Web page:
This bylined article, authored by Bozzuto founding partner John Slidell, is reprinted from the April 12, 2013 issue of the Washington Business Journal.

A lot of people in this region are talking about how to get us to act as a region, but we just keep talking. It’s time for action. We are now at a pivotal point in our local economic life cycle.

The Greater Washington metropolitan area has, for decades, enjoyed unparalleled growth and prosperity, largely fueled by a steady increase in federal government spending and procurement strategies that have created jobs within the region. Private businesses, including large corporations, have become so accustomed to the steady growth fueled by federal spending that they have neither identified nor acted upon the need for their proactive involvement in the economic development of the region.

However, according to Economy Forward, a report from the Metropolitan Washington Council of Governments released in September 2012, the economic underpinnings that the government provides in this region are threatened. Our region ranked 13th out of 15 in terms of growth among major metro areas from December 2010 to December 2011. Between 2010 and 2015, the share of metropolitan Washington’s gross regional product derived from federal government spending is forecast to decline by 3.5 percent.

The metro area will no longer thrive as a one-company town. The region is now in a global competition for high-skilled workers and private sector employers, and our public and private sector leaders need to work together like never before to create and implement a strategy to successfully grow the economy.

This is the new reality for the region. Leaders in Washington, from all sectors, must forge a strong and effective economic development collaboration involving government officials at all levels, private sector employers, and academic and nonprofit institutions.

The business community here is in a unique position to proactively affect industry growth and diversity. The Urban Land Institute’s core mission is convening and bringing together disparate entities to solve land use challenges. Over the past year, a group of ULI members, the Regionalism Initiative Council, has been meeting to address issues facing the region. Now, ULI is working to move the needle forward. The process ULI recommends for action is creating a strong, multisector coalition to develop a focused regional business plan for our area, with public, private, nonprofit, philanthropic and institutional stakeholders working together.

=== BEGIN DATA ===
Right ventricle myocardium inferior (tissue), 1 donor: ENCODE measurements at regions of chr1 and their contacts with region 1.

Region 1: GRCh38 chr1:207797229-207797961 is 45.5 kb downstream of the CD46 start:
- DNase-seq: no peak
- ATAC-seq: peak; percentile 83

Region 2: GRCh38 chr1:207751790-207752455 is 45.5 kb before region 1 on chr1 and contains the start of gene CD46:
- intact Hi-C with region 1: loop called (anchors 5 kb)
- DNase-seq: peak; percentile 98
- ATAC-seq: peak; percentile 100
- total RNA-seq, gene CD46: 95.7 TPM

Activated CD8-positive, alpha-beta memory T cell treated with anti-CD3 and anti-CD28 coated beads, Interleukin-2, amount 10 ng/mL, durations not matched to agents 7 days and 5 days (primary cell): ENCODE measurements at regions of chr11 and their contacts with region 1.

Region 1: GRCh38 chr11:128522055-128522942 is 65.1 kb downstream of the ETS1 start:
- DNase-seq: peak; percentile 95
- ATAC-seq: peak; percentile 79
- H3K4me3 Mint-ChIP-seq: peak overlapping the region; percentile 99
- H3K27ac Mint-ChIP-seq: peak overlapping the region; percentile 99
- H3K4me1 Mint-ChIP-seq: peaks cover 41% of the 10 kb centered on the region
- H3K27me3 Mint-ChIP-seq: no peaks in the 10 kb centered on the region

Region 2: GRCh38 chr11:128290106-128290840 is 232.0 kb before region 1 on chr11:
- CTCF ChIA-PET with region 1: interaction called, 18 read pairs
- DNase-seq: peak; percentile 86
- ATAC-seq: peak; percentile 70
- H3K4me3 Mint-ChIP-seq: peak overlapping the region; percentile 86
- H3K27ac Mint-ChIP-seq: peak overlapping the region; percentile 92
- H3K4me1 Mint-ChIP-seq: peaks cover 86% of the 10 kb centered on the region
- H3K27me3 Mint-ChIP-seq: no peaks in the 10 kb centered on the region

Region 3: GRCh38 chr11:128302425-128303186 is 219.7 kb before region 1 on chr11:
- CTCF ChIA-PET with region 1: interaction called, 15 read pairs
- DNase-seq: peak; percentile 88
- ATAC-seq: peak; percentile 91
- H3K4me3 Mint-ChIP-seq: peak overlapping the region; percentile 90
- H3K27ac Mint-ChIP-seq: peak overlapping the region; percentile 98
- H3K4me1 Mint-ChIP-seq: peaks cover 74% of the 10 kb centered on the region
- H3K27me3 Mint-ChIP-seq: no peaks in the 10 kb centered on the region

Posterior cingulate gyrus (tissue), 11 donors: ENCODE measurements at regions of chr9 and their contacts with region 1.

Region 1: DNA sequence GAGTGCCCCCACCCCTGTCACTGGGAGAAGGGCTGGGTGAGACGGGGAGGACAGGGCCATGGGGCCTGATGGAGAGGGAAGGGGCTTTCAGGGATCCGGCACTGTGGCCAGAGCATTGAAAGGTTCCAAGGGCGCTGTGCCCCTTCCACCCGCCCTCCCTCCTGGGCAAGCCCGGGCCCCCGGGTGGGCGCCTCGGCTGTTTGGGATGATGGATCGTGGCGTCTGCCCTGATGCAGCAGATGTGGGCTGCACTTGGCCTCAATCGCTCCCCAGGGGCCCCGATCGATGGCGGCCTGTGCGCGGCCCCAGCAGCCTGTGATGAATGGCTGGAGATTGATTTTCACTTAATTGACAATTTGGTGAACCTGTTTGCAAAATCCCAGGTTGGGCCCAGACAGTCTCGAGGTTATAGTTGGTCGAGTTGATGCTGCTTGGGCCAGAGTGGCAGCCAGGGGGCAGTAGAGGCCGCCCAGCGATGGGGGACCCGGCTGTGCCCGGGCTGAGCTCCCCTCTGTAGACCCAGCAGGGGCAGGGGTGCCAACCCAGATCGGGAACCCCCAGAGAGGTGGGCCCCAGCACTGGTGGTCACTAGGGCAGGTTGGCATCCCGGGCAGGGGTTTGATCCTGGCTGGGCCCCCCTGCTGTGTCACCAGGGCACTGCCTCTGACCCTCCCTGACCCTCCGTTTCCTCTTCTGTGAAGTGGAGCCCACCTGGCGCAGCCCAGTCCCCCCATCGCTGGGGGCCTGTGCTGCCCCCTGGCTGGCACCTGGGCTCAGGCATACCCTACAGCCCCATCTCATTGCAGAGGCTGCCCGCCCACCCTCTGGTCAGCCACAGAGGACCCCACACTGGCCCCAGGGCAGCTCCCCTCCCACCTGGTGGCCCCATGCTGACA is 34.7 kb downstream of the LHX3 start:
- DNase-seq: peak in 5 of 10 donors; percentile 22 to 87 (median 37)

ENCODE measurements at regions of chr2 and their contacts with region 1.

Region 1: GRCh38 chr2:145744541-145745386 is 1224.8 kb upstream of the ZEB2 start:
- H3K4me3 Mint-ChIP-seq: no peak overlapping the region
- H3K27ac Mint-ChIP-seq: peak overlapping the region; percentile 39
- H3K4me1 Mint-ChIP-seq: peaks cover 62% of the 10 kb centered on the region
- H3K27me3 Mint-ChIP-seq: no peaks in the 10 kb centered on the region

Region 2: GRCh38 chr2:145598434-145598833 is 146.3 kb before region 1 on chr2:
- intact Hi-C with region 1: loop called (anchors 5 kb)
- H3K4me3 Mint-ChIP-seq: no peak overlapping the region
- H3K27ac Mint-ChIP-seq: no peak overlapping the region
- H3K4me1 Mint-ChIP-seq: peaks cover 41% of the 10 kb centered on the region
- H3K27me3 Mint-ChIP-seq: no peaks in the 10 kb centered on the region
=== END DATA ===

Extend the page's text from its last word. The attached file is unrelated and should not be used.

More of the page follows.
There are plenty of challenges to tackle in our region. They include the region’s transportation congestion issues, funding stability and reliability for Metro and all of our regional transit systems. We also need new infrastructure investment mechanisms that direct investment to targeted activity centers to maximize benefits and planning for adequate

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utility capacity to provide water, sewer services and electricity to handle the loads generated by future growth of the region. Prioritizing these challenges and creating an action plan to address them is everyone’s business.

As important as the action agenda will eventually be, forming the coalition to tackle the problems is just as important. This spring, ULI Washington has initiated an outreach process to existing organizations including the Metropolitan Washington Council of Governments, the Greater Washington Board of Trade, the 2030 Group, the Chesapeake Crescent Initiative and the Federal City Council.

Early conversations indicate that these organizations are eager to move the region forward together. Individual stakeholders at the leadership level of the region’s largest employers, anchor institutions (hospitals, colleges, and universities), local elected councils and boards, local economic development departments and others are being approached currently, and ULI Washington is building a coalition that will develop a regional business plan. A coalition kickoff meeting will be scheduled for early summer to begin the process.

The bottom line is this: Right now, there is almost no one in this region who wakes up every day thinking about what the region needs to prosper in the future and no dedicated group of leaders moving a broad coalition forward in the same direction. The ULI outreach effort will catalyze regional leaders to create such a person or people and an institutional structure to back the work with financial and human resources. It doesn’t matter where the leadership rests, either in an existing organization or a new one, but there must be coordinated forward motion.

John B. Slidell is district council chair for the Urban Land Institute, Washington, and founding partner of The Bozzuto Group.